Geoffrey Plantagent and son Hamelin Plantagenet

Geoffrey V (Plantagenet), Count of Anjou had son Hamelin Plantagenet. Some think Hamelin's mother was Empress Matilda, and others say he was born from an affair. What we do know is Geoffrey fathered King Henry II, Geoffrey de Gatinais, Count of Nantes, William de Gatinais, Count of Poictou, Hamelin Plantagenet, Emma de Gatinais, and Mary de Gatinais.
Geoffrey was born Nov 24, 1113 and died Sept 7, 1151 at age 37. He is buried at Le Mans Cathedral, Maine, France
Geoffrey had the following titles:
Count of Maine (1126 - 1151)
Count of Anjou (1129 - 1151)
Duke of Normandy (1144 - 1149)
Geoffrey was 14 years old when he married Empress Matilda on June 17, 1128, she was 26 years old. She was the widow of Henry V, Holy Roman Emperor (Aug 11, 1086-May 23, 1125) who she married at age 12 (he was 27) on Jan 7, 1114.
Geoffrey was knighted by King Henry I on 10 June 1128, in Rouen.
Geoffrey's habit of wearing a sprig of broom plant (planta genesta) in his hat is the origin of the name "Plantagenet."
Geoffrey ceded his title as Duke of Normandy to his son Henry in 1149 (ratified by Louis VII in 1150).
WURTS' MAGNA CHARTA, pp. 158-168 inclusive, gives sixty nine Generations of lineal descent from Edward the Great, (Aedd Mawr) to Geoffrey Plantagenet. This also shows Geoffrey's descent from the FRANKISH KINGS, also his descent from (HELI) Beli the Great through LUD, through TUANTIUS, through CYNVELIN (CYMBELINE), through AVIRAGUS, through MERIC (MARIUS), through EURGEN, through GLADYS, wife (LLEUVER MAWR) LUCIUS THE GREAT. And page 168 Wurt's Magna Charta shows that both Geoffrey Plantagenet and his wife, Matilda, or Maud, of England, were descendants of WILLIAM THE CONQUEROR, and descended from CHARLEMAGNE.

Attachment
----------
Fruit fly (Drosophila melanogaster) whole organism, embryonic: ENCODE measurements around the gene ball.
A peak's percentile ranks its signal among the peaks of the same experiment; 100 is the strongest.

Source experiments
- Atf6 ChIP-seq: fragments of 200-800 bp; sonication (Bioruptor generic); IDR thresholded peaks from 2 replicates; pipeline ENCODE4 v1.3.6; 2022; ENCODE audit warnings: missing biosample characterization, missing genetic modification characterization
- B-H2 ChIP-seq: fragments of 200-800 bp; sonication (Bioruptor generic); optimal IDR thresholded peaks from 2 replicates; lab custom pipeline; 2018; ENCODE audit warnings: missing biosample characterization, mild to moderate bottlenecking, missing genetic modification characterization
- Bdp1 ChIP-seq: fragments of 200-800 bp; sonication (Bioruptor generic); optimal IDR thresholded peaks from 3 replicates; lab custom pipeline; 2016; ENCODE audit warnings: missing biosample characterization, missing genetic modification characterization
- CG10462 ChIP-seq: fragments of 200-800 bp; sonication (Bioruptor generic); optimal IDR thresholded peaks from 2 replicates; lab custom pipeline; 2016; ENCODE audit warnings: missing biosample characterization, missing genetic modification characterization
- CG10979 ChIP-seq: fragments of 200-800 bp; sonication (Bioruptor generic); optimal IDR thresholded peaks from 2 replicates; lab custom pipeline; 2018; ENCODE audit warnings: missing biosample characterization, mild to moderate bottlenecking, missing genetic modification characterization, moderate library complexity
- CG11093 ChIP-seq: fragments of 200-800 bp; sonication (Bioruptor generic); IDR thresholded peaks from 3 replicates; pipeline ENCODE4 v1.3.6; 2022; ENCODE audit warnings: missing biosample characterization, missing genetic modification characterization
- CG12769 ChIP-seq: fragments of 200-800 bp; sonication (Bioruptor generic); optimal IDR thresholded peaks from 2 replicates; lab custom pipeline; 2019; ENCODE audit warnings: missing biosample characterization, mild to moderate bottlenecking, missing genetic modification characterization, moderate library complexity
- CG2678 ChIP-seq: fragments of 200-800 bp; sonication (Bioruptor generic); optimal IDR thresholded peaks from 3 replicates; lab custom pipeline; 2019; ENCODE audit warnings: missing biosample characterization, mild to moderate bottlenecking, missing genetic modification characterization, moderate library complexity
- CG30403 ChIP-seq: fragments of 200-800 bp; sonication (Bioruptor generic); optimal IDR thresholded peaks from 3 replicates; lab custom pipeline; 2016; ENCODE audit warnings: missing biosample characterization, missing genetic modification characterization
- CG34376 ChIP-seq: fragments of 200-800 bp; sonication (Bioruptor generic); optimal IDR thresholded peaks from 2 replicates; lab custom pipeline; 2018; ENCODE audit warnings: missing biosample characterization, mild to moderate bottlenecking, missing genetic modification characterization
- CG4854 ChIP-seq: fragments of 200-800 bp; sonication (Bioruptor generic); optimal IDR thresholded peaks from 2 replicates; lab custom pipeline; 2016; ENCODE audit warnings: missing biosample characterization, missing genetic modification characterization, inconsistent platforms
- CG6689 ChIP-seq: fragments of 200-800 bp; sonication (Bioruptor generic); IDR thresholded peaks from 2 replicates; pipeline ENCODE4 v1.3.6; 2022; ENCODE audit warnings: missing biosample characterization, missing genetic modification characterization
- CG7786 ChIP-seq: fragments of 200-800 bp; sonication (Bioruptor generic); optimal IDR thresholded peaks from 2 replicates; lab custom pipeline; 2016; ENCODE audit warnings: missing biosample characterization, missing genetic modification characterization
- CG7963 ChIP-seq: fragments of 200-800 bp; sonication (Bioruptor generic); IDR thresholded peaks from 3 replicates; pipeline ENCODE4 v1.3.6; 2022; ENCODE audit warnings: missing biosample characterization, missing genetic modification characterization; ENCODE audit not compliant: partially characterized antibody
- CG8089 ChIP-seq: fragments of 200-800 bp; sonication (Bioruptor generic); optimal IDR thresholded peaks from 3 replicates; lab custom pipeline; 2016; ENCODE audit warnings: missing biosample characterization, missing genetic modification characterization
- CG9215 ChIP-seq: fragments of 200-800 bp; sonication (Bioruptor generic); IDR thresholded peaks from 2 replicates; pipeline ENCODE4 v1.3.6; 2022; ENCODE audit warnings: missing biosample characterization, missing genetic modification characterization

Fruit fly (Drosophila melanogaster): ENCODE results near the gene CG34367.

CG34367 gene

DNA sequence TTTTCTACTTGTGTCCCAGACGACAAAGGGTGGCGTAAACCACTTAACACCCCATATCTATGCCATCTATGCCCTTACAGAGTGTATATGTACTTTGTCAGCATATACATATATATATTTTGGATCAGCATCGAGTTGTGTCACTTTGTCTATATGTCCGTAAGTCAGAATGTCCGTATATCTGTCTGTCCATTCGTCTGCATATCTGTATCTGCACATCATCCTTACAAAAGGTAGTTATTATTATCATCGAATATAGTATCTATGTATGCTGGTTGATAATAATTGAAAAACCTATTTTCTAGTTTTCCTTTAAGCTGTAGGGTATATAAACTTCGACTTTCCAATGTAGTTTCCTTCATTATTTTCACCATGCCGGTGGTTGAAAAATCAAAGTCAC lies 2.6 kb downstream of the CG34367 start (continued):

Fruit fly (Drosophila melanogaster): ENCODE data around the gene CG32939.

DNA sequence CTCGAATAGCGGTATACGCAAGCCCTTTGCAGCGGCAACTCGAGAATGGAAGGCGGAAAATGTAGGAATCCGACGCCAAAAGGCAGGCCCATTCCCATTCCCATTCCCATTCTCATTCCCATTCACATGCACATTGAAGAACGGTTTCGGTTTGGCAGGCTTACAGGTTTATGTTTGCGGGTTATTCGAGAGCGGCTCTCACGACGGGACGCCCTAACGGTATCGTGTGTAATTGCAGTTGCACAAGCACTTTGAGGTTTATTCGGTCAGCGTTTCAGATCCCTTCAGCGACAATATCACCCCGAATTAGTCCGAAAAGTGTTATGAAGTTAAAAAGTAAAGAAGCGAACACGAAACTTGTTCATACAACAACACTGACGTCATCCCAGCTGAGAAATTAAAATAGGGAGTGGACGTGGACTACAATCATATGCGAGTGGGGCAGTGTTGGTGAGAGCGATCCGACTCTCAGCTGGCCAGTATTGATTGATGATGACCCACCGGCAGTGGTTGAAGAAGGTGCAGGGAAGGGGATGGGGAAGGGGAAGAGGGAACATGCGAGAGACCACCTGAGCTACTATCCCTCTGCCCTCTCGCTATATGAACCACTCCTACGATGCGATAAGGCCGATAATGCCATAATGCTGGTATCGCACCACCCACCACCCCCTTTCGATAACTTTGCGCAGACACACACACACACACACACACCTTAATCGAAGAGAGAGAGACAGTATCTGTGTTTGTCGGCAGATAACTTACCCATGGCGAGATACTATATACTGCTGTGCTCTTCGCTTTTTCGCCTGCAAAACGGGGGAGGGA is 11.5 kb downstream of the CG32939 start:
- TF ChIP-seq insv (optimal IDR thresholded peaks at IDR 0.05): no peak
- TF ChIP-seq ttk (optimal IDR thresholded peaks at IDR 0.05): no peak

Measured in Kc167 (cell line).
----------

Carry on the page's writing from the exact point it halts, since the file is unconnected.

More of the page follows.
Hamelin Plantagenet married Isabel de Warrenne April 1164. She was the Countess of Surrey. Both are buried at Lewes, East Sussex, England. It is said they had at least 12 children. Hamelin's son, William de Warrent Earl of Warren and Surrey is named in the Magna Charta as an adviser of King John. Most historians believe Hamelin was also an adviser to King John.
Hamelin added the unique keep at Conisbrough, in Yorkshire. Conisbrough has a cylindrical core, from which 6 enormous buttresses project like the spokes of a wheel. For more on the castle see the book "Early Medieval Architecture" By Roger Stalley, 1999, Oxford University Press. ISBN 0192842234. You can also visit the Castle's website